Despite the obvious fact that the Houston Astros improved by leaps and bounds in 2015, they, like every other team, still have some glaring needs that should be addressed if the team is serious about making a run for the American League pennant next season.
They came just six outs shy from eliminating the Kansas City Royals in the American League Division Series (ALDS) and advancing to the American League Championship Series (ALCS) in 2015, after years of dwelling in the cellar of the National League Central and the American League West.
In 2015, the talent that the Astros had acquired from years of having high draft picks finally paid off, but in order to take the AL pennant and potentially even the World Series in 2016, the team needs to address certain positions. They could use another arm for the back end of their bullpen, a left fielder and potentially another starting pitcher to add to their already top-heavy rotation.
Focusing on their first need would be a solid pitcher for their bullpen, potentially a closer or a pitcher ready to be a closer. These days, you don’t necessarily have to be a “power arm” like the Cincinnati Reds’ Aroldis Chapman, who can hit well over the 100 mph mark regularly. That said, if they wanted him, the Astros could probably acquire Chapman; they’d just have to deplete their farm system.
As far as free agents go, Kansas City Royals’ Wade Davis is by far the best on the market, but he won’t be on the market long. Davis has a team option for 2016 in his contract and, being how he has dominated since being named closer, the Royals would be crazy not to pick up the option.
Although Davis is not an extreme power pitcher – his fastball averages in the low-mid 90’s – he’s been an effective closer. If you look at Brad Ziegler, who closed this year for the Diamondbacks, he’s not a power pitcher either, however, he tied the D-Backs’ consecutive saves record.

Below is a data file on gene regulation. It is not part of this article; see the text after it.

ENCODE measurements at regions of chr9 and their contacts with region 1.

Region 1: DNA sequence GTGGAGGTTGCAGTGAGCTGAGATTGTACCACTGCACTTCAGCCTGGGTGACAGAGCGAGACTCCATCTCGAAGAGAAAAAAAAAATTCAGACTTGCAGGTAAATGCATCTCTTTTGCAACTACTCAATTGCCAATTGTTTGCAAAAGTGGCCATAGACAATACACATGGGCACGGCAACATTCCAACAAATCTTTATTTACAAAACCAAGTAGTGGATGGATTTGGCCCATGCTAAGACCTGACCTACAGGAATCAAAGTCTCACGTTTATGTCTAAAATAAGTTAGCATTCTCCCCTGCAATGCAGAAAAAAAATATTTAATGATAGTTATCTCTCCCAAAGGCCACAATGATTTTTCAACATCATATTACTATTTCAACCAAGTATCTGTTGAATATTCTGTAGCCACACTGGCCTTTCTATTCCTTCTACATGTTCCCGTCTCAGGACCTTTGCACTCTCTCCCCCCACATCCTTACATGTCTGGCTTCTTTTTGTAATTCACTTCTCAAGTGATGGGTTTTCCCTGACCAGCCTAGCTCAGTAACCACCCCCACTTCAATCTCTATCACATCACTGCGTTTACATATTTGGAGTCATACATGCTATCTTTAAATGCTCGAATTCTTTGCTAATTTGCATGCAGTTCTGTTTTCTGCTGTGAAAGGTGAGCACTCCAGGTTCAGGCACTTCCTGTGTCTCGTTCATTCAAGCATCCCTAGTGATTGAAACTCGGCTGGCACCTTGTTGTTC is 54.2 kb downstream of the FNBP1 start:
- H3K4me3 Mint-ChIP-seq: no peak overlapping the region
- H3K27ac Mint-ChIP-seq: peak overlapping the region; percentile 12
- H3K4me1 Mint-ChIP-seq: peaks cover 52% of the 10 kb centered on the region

Ziegler’s fastball tops out at 84 mph. He has a repetoire of pitches and throws sidearm, but it shows that it doesn’t take a power arm to close games. Ziegler, too, could be a free agent but it would be odd if the Diamondback’s don’t pick up his $5.5 million option for next season.
The Astros may not even specifically be looking for a closer, but their bullpen did start to fall apart on them in September. Here are a few free agent relievers who might fit in well in to add some depth to the Astros’ bullpen. The Astros’ payroll ended the season around $90 million.
They still have plenty of wiggle room, but keep in mind that they don’t have the luxury of being too extravagant with their spending as they need to be able to lock up some of their premiere young talent such as Carlos Correa and George Springer for the future.
The Astros may not even specifically be looking for a closer, but their bullpen did start to fall apart on them in September. Here are a few free agent relievers who might fit in well in to add some depth to the Astros bullpen …
To read which free agents would be a good fit to shore up the Astros’ bullpen, you can read the remainder of my column by following the link below: